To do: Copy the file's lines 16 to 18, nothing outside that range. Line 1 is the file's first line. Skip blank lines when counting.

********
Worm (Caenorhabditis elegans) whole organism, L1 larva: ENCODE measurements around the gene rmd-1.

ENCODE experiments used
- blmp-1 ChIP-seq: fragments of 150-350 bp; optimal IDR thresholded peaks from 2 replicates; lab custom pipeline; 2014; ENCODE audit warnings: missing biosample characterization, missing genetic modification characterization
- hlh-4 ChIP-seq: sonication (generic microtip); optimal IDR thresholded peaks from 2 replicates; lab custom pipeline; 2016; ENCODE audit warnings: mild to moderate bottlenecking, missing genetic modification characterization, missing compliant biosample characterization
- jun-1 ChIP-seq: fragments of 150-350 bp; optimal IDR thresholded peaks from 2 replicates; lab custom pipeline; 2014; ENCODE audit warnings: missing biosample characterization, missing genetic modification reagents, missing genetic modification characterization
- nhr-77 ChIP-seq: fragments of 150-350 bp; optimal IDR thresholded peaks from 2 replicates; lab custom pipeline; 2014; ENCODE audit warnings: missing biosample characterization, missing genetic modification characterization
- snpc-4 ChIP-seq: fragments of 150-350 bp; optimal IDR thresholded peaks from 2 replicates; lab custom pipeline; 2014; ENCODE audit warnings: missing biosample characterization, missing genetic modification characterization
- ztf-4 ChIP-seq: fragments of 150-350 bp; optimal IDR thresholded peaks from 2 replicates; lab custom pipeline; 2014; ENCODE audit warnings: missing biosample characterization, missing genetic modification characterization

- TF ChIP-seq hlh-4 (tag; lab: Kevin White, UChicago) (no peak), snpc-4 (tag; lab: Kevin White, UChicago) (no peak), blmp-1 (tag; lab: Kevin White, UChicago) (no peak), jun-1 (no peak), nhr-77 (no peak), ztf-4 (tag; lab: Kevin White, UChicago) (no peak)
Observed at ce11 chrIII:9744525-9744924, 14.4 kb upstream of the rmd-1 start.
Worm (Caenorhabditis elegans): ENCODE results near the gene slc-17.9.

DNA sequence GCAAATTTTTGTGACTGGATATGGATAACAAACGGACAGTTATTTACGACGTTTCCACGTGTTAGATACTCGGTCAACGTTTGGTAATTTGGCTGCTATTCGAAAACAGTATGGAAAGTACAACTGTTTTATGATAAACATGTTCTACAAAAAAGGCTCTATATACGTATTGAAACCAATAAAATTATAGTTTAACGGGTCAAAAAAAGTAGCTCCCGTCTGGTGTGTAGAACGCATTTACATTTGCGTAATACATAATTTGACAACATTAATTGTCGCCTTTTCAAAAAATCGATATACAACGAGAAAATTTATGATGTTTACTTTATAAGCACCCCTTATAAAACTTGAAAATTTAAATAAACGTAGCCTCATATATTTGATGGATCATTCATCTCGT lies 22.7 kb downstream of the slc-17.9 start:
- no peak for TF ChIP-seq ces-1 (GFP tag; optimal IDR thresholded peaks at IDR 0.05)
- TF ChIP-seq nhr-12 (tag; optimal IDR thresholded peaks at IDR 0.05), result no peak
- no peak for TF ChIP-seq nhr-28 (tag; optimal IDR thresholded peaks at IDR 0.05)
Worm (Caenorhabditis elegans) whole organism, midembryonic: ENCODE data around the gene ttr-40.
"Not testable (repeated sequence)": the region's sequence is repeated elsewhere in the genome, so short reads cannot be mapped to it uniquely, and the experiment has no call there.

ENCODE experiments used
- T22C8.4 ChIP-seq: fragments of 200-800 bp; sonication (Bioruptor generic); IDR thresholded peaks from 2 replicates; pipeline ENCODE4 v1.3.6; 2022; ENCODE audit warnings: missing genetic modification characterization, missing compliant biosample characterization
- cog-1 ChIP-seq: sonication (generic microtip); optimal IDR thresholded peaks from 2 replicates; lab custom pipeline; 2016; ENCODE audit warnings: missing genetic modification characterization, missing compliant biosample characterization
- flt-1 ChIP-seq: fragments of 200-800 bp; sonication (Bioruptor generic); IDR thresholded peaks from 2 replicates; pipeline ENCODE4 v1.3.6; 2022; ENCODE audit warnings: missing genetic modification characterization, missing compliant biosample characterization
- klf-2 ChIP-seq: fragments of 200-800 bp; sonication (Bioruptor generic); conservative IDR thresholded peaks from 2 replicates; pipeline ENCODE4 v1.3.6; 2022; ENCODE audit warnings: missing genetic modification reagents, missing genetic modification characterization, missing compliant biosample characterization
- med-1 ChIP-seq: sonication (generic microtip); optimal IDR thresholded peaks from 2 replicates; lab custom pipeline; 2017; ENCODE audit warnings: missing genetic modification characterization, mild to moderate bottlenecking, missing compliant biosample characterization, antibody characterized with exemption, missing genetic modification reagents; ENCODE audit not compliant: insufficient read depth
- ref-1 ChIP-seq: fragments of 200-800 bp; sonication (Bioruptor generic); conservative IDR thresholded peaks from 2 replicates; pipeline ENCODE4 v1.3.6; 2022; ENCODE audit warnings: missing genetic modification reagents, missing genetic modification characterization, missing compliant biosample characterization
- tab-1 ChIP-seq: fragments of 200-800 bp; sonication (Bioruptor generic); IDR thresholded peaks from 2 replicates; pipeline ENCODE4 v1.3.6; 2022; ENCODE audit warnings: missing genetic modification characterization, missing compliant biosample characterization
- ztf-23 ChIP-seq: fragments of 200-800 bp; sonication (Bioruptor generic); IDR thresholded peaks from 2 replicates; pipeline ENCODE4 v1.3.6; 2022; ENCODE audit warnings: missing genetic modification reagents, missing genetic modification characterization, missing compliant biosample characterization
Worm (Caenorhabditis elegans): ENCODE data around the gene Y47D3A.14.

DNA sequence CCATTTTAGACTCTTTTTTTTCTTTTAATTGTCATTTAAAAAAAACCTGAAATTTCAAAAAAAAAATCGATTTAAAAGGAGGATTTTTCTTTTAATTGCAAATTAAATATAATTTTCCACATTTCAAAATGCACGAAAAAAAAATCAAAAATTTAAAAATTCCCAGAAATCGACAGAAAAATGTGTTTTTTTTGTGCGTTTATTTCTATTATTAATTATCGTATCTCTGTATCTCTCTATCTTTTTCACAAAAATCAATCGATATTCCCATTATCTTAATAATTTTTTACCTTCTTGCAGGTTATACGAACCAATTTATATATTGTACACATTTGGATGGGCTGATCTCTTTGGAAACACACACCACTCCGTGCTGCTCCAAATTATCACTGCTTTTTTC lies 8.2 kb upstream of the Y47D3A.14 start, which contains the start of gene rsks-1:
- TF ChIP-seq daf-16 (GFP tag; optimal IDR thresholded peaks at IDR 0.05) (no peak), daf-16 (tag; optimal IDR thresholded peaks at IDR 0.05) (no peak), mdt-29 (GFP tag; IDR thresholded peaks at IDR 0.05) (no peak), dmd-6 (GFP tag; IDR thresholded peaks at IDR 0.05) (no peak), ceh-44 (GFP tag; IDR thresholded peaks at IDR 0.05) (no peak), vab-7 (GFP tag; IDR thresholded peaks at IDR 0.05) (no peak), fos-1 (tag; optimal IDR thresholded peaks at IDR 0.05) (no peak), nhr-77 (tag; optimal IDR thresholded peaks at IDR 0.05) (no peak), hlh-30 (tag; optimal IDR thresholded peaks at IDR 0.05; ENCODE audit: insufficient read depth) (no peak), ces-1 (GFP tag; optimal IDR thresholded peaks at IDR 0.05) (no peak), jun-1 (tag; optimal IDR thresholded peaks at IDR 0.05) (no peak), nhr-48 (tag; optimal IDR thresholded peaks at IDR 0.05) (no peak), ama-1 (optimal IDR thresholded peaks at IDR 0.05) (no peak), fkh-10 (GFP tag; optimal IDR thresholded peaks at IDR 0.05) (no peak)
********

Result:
Worm (Caenorhabditis elegans) whole organism, midembryonic: ENCODE data around the gene ttr-40.
"Not testable (repeated sequence)": the region's sequence is repeated elsewhere in the genome, so short reads cannot be mapped to it uniquely, and the experiment has no call there.

ENCODE experiments used